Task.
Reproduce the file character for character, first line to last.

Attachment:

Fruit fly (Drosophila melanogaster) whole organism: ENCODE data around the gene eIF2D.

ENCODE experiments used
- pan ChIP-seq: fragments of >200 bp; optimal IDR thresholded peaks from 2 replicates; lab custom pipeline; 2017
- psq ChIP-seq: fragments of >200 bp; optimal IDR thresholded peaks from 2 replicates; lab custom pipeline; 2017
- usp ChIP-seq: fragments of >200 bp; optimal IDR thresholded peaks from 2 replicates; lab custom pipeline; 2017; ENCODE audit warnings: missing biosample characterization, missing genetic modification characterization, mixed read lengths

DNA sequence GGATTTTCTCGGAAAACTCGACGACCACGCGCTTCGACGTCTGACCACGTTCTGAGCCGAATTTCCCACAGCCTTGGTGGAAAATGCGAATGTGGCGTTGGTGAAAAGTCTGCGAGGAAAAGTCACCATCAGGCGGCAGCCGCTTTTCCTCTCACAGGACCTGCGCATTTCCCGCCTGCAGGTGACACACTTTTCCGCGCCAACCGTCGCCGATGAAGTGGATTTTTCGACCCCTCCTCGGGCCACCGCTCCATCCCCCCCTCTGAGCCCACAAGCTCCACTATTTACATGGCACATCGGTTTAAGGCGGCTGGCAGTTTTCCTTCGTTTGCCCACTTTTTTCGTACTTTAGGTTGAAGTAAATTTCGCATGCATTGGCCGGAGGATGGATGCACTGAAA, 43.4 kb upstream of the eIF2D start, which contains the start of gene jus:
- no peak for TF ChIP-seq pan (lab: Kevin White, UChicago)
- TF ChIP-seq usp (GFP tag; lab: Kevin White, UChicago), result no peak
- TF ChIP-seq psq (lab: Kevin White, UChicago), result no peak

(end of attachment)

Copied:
Fruit fly (Drosophila melanogaster) whole organism: ENCODE data around the gene eIF2D.

ENCODE experiments used
- pan ChIP-seq: fragments of >200 bp; optimal IDR thresholded peaks from 2 replicates; lab custom pipeline; 2017
- psq ChIP-seq: fragments of >200 bp; optimal IDR thresholded peaks from 2 replicates; lab custom pipeline; 2017
- usp ChIP-seq: fragments of >200 bp; optimal IDR thresholded peaks from 2 replicates; lab custom pipeline; 2017; ENCODE audit warnings: missing biosample characterization, missing genetic modification characterization, mixed read lengths

DNA sequence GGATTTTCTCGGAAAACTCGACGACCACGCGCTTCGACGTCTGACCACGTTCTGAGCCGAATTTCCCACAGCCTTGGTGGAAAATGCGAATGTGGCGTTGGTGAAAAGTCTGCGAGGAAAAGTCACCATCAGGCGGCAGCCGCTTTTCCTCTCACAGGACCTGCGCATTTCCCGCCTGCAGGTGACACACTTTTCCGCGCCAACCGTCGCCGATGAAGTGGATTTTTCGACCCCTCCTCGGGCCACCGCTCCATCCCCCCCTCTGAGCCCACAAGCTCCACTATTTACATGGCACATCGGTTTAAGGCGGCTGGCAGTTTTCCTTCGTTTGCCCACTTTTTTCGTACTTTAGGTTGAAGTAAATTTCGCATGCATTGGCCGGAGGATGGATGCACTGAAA, 43.4 kb upstream of the eIF2D start, which contains the start of gene jus:
- no peak for TF ChIP-seq pan (lab: Kevin White, UChicago)
- TF ChIP-seq usp (GFP tag; lab: Kevin White, UChicago), result no peak
- TF ChIP-seq psq (lab: Kevin White, UChicago), result no peak